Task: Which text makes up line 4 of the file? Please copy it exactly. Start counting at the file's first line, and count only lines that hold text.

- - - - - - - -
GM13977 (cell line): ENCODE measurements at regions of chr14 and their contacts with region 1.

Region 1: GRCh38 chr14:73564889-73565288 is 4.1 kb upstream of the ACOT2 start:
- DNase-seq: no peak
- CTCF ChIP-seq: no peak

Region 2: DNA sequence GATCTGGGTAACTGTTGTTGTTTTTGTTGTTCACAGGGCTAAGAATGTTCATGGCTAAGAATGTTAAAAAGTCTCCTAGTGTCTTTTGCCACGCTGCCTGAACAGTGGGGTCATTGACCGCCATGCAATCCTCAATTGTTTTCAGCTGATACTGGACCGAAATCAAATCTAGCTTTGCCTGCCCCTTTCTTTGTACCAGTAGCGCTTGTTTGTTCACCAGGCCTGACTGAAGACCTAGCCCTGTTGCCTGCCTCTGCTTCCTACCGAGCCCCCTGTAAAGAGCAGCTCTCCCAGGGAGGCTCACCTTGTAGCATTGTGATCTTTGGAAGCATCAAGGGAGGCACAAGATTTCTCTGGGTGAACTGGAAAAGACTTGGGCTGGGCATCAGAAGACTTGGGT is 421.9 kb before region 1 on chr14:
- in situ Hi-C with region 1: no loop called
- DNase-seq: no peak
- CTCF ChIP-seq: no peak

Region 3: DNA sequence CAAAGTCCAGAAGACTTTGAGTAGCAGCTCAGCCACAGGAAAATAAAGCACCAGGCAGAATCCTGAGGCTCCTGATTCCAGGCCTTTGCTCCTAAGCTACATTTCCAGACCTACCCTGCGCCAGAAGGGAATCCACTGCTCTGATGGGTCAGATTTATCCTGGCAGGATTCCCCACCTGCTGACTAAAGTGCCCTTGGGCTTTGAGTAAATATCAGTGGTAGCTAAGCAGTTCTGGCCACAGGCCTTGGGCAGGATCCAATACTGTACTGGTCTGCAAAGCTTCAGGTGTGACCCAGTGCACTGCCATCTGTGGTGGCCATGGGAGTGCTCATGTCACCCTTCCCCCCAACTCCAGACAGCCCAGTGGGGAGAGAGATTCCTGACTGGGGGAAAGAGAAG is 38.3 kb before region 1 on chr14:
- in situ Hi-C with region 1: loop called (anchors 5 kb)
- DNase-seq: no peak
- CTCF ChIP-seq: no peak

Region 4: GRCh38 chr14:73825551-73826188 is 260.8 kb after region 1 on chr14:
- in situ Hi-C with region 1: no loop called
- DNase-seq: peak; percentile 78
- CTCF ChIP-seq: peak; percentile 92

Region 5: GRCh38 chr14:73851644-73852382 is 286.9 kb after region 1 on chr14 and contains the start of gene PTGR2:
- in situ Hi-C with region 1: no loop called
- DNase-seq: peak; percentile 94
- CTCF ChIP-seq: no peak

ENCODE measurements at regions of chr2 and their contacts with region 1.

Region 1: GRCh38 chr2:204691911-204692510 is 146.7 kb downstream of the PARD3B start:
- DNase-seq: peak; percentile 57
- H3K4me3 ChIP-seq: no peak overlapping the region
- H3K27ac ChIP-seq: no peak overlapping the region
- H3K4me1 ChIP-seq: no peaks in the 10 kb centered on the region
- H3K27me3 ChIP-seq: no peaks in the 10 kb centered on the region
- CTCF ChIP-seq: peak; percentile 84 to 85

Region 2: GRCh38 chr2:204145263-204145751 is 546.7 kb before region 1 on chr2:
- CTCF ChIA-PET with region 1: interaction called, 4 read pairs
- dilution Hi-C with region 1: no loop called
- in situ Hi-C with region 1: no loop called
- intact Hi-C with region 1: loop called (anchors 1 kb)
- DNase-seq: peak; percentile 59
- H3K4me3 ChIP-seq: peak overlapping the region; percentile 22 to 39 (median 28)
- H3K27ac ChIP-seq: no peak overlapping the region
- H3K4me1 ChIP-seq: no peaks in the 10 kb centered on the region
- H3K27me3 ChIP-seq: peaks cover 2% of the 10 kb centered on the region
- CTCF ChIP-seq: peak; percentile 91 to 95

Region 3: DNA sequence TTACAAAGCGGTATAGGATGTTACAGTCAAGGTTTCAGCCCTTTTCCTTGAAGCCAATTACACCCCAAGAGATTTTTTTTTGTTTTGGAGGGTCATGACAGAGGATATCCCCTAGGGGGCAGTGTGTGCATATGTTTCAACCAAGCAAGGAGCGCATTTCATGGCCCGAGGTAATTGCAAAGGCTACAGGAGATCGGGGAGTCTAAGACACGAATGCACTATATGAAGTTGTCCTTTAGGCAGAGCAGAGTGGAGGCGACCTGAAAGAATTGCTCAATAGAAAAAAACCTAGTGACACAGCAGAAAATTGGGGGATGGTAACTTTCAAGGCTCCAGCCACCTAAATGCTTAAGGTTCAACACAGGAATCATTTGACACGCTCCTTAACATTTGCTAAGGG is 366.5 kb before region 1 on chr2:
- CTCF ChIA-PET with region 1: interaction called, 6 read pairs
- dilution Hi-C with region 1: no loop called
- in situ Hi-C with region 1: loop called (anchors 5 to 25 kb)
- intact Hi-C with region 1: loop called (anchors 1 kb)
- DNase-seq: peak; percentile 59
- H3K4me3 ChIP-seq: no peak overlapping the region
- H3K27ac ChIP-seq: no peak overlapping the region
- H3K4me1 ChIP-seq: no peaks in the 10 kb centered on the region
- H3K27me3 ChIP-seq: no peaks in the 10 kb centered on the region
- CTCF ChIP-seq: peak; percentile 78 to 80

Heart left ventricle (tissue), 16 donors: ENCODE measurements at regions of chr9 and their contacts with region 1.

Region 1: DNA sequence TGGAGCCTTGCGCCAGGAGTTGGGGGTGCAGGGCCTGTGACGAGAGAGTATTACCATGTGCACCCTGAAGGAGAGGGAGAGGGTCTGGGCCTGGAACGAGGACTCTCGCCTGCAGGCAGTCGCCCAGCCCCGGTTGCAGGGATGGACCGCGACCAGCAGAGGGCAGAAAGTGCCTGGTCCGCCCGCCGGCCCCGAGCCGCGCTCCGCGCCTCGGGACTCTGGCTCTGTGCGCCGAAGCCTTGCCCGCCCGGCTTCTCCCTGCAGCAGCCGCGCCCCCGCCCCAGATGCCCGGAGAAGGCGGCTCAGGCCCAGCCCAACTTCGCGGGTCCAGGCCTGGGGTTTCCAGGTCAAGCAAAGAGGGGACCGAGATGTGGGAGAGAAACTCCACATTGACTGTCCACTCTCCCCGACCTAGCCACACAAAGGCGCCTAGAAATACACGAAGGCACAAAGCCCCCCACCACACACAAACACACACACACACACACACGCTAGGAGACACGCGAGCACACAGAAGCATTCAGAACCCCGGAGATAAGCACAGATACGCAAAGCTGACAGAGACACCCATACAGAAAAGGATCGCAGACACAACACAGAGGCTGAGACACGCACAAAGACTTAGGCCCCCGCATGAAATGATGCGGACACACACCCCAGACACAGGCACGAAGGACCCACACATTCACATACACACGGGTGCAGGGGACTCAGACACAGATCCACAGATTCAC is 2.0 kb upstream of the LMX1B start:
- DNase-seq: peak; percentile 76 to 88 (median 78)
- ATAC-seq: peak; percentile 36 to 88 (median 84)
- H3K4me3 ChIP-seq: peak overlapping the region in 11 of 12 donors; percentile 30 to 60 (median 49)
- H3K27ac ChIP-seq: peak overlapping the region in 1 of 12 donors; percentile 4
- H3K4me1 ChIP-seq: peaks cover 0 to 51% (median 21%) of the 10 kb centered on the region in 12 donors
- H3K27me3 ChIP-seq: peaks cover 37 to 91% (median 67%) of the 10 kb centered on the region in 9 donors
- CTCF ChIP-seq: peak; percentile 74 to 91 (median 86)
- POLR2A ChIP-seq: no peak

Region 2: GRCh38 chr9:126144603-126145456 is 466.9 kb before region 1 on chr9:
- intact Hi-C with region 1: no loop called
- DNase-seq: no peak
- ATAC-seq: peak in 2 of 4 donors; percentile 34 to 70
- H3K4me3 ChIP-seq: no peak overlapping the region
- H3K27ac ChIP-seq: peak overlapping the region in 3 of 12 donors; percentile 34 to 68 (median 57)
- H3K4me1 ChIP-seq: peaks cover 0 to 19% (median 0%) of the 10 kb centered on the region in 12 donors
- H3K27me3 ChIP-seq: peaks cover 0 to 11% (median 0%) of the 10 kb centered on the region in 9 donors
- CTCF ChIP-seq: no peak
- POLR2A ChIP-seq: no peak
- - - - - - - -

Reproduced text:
- CTCF ChIP-seq: no peak